The labor market rebounded in January. U.S. nonfarm payrolls added 225,000 jobs after an increase of just 147,000 new jobs in December. The December gain was revised up 2,000 from an initial estimate of 145,000 jobs. Combining the last two months with a 5,000 upward revision to November, the three-month average gain in payrolls came in at 211,000 in January.
For the private sector, nonfarm payrolls added 206,000 in January following a gain of 142,000 in December. On a three-month average basis, private payrolls added 198,000. Over the last six months, the average gain is 206,000 for total nonfarm jobs and 190,000 for the private sector. The six-month average for private payrolls has been trending higher since hitting a relative low of 123,000 in July 2019 (see top chart).
Goods-producing industries added 32,000 in January, ahead of the monthly average gain of 11,000 over the past year. Construction led with the addition of 44,000 jobs while durable-goods manufacturing and nondurable-goods industries lost 11,000 and 1,000, respectively. Within private service-producing industries, which typically account for the lion’s share of job creation, payrolls added 174,000 workers, led by gains of 47,000 in health care, 36,000 in leisure and hospitality, 28,000 in transportation, and 21,000 in professional and business services. Retail employment led on the downside, losing 8,000 for the month.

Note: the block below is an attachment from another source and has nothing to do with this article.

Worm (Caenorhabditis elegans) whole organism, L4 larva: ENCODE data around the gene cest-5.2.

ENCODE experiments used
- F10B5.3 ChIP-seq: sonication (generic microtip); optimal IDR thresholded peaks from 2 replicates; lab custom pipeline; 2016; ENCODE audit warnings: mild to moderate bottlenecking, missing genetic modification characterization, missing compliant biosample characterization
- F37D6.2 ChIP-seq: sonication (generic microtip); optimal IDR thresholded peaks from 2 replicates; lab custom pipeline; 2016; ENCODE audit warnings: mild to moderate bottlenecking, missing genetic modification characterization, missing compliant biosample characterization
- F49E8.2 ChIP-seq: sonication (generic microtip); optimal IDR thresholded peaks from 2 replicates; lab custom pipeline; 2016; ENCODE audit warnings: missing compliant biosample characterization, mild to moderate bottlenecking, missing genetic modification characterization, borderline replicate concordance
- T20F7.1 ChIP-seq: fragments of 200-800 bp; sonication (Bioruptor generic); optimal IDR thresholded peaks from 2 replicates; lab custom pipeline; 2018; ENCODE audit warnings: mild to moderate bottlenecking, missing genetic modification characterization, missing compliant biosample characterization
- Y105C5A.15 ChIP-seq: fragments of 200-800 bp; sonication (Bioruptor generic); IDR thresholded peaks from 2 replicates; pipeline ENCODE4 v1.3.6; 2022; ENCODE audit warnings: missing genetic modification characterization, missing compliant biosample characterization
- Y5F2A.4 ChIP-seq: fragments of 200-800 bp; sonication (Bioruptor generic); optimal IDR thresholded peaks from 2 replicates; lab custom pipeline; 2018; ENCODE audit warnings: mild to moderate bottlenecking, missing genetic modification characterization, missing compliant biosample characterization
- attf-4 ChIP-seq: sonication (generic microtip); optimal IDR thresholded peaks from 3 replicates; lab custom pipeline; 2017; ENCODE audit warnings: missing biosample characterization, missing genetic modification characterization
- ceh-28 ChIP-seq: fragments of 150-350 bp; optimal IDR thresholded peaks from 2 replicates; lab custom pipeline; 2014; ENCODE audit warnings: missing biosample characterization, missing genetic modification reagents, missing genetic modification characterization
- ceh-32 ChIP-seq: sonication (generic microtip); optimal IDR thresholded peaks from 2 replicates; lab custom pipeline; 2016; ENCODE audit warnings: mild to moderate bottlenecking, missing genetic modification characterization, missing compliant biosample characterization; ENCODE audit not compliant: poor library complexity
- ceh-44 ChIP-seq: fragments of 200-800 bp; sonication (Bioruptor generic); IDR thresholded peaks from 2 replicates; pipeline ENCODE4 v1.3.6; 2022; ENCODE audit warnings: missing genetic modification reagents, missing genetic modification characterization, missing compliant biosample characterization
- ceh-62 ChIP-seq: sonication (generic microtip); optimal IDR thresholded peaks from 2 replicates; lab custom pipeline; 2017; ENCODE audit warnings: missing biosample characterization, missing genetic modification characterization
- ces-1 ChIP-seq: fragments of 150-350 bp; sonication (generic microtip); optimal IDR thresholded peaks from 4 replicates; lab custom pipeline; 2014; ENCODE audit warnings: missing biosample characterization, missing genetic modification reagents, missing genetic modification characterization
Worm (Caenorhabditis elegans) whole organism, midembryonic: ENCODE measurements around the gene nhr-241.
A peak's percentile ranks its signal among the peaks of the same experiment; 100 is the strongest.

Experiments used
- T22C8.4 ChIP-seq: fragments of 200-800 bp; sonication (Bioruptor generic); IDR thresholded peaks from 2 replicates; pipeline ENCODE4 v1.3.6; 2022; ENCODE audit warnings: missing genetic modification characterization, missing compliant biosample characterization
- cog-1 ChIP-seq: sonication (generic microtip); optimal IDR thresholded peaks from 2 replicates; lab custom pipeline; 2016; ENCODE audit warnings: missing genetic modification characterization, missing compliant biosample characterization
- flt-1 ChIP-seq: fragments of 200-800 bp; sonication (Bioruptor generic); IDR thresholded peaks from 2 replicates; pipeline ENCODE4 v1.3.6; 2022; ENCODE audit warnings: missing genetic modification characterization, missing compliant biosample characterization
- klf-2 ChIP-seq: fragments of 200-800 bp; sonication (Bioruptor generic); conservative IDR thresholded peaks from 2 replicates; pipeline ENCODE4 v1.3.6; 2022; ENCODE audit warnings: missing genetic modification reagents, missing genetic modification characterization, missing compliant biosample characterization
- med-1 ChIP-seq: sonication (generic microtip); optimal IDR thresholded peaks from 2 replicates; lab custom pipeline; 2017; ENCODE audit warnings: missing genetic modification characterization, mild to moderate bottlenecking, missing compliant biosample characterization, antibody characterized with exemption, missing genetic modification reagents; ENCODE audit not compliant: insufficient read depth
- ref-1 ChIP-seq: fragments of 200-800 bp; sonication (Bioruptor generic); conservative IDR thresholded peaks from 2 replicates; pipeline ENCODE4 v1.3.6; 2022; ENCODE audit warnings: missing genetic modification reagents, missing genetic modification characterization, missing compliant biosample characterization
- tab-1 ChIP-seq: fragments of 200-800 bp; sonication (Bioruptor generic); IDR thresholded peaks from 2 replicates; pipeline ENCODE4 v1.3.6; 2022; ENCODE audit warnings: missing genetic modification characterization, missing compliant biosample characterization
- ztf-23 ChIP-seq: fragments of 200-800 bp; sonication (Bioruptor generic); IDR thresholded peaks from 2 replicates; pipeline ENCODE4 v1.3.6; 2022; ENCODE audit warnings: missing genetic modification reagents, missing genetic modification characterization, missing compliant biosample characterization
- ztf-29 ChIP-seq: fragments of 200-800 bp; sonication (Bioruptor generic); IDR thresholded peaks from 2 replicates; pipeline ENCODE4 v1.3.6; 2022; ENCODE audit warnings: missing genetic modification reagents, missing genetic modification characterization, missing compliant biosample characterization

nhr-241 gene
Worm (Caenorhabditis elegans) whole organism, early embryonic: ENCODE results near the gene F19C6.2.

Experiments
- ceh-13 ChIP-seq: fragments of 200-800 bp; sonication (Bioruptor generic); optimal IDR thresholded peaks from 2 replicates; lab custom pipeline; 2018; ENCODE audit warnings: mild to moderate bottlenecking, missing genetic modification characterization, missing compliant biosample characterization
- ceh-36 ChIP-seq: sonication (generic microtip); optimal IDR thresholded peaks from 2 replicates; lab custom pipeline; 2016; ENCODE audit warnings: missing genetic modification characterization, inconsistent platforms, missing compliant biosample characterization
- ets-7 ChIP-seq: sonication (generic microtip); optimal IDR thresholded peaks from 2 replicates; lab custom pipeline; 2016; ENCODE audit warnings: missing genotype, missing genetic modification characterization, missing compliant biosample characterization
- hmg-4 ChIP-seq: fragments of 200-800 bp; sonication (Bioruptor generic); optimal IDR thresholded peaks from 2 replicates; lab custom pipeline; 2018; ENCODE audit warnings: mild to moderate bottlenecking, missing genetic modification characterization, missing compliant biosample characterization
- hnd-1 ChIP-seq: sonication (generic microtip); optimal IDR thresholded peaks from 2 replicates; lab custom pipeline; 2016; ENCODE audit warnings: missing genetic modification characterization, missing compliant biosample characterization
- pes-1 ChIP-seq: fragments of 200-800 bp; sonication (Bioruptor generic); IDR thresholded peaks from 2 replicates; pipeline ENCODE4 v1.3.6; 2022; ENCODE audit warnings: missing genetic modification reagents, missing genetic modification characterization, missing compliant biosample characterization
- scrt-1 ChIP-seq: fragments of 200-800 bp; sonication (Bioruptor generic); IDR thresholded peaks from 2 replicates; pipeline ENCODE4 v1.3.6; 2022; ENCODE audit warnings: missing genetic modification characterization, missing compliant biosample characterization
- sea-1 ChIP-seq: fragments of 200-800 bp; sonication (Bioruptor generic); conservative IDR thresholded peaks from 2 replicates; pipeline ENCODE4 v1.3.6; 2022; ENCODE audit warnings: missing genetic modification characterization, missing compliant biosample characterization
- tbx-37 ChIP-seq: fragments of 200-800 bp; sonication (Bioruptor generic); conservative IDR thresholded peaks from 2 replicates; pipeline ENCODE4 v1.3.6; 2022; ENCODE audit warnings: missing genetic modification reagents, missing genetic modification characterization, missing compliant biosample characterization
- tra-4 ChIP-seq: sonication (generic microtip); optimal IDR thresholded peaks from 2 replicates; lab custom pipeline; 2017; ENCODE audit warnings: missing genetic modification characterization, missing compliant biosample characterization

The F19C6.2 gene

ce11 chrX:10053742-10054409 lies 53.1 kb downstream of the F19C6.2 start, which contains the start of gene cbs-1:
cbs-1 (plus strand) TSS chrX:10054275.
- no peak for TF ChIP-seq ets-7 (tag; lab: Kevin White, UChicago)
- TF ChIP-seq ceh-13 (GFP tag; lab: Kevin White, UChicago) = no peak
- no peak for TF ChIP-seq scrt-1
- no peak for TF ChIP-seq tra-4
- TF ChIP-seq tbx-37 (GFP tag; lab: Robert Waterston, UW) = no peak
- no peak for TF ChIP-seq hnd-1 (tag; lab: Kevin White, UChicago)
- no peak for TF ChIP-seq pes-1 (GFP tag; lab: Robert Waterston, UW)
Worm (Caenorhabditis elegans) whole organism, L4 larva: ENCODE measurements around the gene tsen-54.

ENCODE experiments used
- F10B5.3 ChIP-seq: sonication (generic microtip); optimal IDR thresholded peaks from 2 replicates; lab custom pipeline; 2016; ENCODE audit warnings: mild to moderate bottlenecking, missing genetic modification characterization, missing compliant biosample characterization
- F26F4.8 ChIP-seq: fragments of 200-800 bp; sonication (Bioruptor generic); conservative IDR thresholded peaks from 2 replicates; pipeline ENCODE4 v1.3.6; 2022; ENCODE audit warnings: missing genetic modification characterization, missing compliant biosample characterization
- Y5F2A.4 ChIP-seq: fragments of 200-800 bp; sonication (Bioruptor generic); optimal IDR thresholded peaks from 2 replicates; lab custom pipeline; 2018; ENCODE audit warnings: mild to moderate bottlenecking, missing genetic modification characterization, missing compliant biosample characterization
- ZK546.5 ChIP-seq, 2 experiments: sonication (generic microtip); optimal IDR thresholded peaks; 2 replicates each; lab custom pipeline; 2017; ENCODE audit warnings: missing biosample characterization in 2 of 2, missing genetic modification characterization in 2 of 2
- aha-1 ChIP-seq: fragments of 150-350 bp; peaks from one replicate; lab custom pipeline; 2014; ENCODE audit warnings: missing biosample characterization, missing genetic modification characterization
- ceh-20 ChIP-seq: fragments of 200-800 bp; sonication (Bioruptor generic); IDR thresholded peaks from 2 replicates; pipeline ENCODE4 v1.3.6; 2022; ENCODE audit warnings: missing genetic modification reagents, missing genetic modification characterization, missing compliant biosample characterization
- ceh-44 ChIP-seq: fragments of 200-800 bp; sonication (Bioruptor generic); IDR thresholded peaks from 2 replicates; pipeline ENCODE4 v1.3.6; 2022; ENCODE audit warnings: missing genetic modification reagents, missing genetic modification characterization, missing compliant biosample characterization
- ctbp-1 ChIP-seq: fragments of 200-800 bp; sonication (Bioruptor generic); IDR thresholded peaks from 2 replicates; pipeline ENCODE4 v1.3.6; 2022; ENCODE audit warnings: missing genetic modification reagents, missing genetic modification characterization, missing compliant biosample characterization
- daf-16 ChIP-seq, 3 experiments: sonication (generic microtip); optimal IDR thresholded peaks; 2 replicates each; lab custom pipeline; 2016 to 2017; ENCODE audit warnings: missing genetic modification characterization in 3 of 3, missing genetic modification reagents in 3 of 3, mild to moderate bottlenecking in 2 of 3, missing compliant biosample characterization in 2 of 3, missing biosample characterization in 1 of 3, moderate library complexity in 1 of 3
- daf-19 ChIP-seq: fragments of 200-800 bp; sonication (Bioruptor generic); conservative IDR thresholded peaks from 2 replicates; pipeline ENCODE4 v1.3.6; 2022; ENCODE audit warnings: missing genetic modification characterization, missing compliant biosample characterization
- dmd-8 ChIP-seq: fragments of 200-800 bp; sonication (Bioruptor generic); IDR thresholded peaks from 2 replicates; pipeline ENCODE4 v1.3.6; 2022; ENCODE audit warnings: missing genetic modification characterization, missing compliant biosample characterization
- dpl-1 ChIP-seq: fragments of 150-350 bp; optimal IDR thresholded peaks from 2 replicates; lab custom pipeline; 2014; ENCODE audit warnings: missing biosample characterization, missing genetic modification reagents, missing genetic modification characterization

The unemployment rate ticked up to 3.6 percent from 3.5 percent in December but remains close to a five-decade low (see bottom chart). The labor force participation rate moved up to 63.4 percent in January, the highest since February 2013, as 50,000 people joined the labor force in January (see bottom chart). Over the past year, more than 1.4 million people have entered the labor force.
Average hourly earnings rose 0.2 percent in January, leaving the 12-month change at 3.1 percent, down from 3.5 percent for most of the first half of 2019 (see bottom chart). Average hourly earnings growth has been slow compared to previous cycles, especially given the low unemployment rate, but has now been above the three percent level for 18 consecutive months.
Average weekly hours were unchanged at 34.3. Combining payrolls with hourly earnings and hours worked, the index of aggregate weekly payrolls rose 0.4 percent in January and 4.0 percent from a year ago. This index is a good proxy for take-home pay and has posted relatively steady year-over-year gains in the 3.5 to 5.5 percent range since 2011 (see top chart). Continued gain in the aggregate-payrolls index is a positive sign for consumer income and spending, supporting continued economic expansion. The strong rebound in job creation in January allays some fears about the durability of the current expansion. However, the outlook remains highly uncertain. Erratic trade policy, tariffs, deteriorating relations with major trading partners, slow global growth, and the recent outbreak of the coronavirus represent threats to the global economic expansion. Furthermore, the first estimate of fourth quarter real gross domestic product released on January 30th shows U.S. economic growth is highly dependent on the consumer. A strong labor market remains key for sustaining consumer incomes, sentiment and spending. Overall, the economy continues to grow but significant risks remain.